Maine State Police Lt. Michael Johnston, commander of Troop J, now part of the Northern Field Troop responsible for Washington County, says that the challenges facing the MSP are unprecedented.
Not only are the MSP facing a large class reaching retirement, but they’re also facing “a very challenging recruiting environment.” In addition, over the last 40 years, there has been a “decrease in the authorized head-count but an increase in the mission, and that is exacerbated by staffing challenges.”
The MSP are supposed to have a minimum of one trooper patrol Washington County 24/7, 365 days a year. This works out to two troopers for a 24-hour cycle, with each on a 12-hour shift.
The work “takes a lot more time and resources than before,” Johnston said. There are now special tactical units dealing with high‑risk incidents, “and those numbers are going up and up and up.”
Uniformed troopers tasked with the tactical units are supposed to be part‑time, he says, but they are becoming full‑time, meaning they are pulled away from other work. “We have to cancel time‑off, be creative and do the best we can.”
“There’s an impact on state police when one trooper is supposed to be responsible for seven to eight communities,” said Johnston. If a trooper responds to a crisis in one community, then the other communities go without.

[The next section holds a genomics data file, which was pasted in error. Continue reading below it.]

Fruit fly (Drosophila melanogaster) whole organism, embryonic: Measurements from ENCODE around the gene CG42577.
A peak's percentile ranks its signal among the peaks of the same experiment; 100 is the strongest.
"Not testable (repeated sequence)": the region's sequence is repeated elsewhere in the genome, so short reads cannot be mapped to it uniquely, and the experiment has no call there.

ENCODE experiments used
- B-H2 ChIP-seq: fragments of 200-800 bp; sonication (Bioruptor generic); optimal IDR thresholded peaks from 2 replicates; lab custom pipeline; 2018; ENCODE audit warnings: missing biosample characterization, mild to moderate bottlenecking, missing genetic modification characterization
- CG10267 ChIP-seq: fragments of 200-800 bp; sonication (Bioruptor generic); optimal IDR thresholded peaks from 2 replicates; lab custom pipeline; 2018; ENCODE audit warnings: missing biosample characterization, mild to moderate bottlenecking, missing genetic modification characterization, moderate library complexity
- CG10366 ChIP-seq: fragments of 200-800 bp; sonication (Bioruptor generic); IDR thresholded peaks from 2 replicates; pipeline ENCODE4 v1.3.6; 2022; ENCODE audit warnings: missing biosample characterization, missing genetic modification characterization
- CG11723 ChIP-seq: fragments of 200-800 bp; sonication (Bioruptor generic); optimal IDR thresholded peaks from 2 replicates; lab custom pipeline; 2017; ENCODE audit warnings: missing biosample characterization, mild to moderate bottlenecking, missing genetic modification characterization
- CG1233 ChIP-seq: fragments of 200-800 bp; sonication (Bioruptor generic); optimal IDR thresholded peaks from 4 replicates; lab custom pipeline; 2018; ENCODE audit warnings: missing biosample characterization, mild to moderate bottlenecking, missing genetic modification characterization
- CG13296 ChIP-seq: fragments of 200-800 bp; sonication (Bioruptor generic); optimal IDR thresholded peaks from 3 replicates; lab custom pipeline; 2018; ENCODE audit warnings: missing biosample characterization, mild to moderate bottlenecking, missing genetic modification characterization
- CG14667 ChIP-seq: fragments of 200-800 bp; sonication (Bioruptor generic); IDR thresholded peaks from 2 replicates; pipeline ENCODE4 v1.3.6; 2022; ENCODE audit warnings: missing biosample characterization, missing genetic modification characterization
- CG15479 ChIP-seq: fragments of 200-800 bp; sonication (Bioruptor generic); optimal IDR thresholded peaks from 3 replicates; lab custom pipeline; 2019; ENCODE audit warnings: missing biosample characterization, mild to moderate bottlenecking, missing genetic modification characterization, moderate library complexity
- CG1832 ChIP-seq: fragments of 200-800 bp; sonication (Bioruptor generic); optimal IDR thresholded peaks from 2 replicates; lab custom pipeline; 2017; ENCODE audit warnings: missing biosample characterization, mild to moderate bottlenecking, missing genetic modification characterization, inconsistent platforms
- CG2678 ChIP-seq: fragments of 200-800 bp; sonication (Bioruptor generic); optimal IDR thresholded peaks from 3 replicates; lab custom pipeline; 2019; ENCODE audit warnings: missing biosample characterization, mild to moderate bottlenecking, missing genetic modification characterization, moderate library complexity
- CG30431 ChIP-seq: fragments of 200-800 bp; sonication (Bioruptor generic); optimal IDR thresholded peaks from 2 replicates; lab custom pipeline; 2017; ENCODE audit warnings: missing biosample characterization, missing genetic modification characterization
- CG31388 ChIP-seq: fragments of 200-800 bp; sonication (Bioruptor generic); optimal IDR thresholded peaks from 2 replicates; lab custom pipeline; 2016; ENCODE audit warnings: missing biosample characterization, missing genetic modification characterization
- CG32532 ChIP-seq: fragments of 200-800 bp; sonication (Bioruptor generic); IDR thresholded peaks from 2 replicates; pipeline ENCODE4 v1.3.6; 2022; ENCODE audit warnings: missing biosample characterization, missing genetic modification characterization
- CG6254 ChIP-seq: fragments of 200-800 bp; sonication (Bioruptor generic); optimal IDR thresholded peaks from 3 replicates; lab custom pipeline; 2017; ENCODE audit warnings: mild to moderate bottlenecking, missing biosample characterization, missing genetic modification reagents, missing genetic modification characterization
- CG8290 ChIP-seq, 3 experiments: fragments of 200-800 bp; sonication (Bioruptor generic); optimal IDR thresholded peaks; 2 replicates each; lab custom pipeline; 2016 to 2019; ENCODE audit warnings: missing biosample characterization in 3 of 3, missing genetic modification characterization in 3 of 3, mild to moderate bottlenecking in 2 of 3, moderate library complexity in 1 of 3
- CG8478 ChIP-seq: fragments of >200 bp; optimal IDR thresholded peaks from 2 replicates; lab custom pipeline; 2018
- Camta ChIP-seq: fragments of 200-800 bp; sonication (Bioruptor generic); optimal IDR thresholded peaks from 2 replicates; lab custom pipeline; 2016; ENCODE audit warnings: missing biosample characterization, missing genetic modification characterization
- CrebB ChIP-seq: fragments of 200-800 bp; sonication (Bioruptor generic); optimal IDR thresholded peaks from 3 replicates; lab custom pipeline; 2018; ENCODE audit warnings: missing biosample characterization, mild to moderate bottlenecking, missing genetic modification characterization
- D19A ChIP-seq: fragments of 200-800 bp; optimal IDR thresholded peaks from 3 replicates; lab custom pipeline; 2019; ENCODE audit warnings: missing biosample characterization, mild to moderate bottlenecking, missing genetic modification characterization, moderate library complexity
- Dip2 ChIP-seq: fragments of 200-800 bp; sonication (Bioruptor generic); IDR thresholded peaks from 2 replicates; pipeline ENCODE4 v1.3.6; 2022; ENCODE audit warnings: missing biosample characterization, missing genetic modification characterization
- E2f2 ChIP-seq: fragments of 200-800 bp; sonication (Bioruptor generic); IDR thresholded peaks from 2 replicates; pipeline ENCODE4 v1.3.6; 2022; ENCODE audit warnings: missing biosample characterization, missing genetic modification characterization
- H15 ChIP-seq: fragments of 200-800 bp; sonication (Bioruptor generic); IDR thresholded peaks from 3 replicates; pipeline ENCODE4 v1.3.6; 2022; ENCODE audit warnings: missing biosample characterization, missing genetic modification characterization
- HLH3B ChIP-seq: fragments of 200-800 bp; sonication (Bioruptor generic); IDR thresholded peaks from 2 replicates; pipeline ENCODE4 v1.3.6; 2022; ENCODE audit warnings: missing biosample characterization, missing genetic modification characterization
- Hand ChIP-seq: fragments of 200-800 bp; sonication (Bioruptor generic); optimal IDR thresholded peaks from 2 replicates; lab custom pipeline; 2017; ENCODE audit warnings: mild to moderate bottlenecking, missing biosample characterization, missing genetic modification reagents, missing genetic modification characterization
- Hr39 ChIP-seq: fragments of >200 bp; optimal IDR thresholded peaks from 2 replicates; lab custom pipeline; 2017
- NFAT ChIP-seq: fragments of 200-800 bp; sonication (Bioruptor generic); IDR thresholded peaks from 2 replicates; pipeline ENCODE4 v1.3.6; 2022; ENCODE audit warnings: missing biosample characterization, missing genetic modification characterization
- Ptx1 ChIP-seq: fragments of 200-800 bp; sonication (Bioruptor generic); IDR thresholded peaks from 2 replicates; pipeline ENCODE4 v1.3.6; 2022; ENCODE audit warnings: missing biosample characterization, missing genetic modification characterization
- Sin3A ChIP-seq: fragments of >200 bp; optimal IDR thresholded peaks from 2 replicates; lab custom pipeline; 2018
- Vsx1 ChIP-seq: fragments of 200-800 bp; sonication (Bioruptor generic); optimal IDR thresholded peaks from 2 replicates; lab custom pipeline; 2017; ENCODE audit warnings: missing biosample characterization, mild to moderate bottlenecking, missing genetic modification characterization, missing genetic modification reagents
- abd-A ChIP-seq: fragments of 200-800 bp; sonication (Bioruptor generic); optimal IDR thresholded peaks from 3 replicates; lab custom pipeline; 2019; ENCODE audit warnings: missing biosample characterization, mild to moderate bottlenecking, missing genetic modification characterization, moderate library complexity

“They can only do so much with the resources we have.”
Calls for service double
Calls for service are a good indicator of crime taking place in the county, noted Gardner.
“That number is a trend‑line for moving nothing but up, and that can all be attributed to the drug trade.”
The county’s Regional Communications Center received 4,453 calls in 2015, with 2023’s numbers projected to be almost double at 8,826, based on calls‑for‑service received so far this year. These numbers do not include those calls‑for‑service made directly to local law enforcement agencies such as the Calais Police Department.
“A lot of calls require more than one officer. There’s more gun play, violent crime,” said Crabtree. “We’ve always had violent crime, but not like this. “It takes a couple of people to respond.”
Gardner noted that when he became police officer in the 1990s there were 55‑57 full‑time law enforcement officers just with the county and municipal departments. “Now there are 45, and four to 10 of those are open because we can’t fill the positions” because of recruitment challenges, he said. The sheriff’s department has a total of 19, with 13 on patrol.
“I’m concerned about burn‑out,” Curtis said.
Right now “they get one weekend every six weekends. I would like to change that so they could get a few more. It’s not good for family life, for the officer’s life.”
If he had his druthers, the sheriff’s department would have four to five more on the roster, but the significant increase to the county budget, which is largely paid for by county taxpayers, has kept the county budget committee from adding more than one at a time. Along with the officer’s salary and benefits are the added costs of a vehicle and other equipment.
Funding such an expansion “unfortunately falls to the local taxpayer,” Curtis said. There should be more resources coming from the state, he added.
“We’re not a wealthy place” when it comes to the tax base, he said. “I’ve been to Augusta and spoken and tried to ask them to find something to tax so that the county isn’t taxed to death.”
This story was originally published by the Quoddy Tides, and is republished here with permission.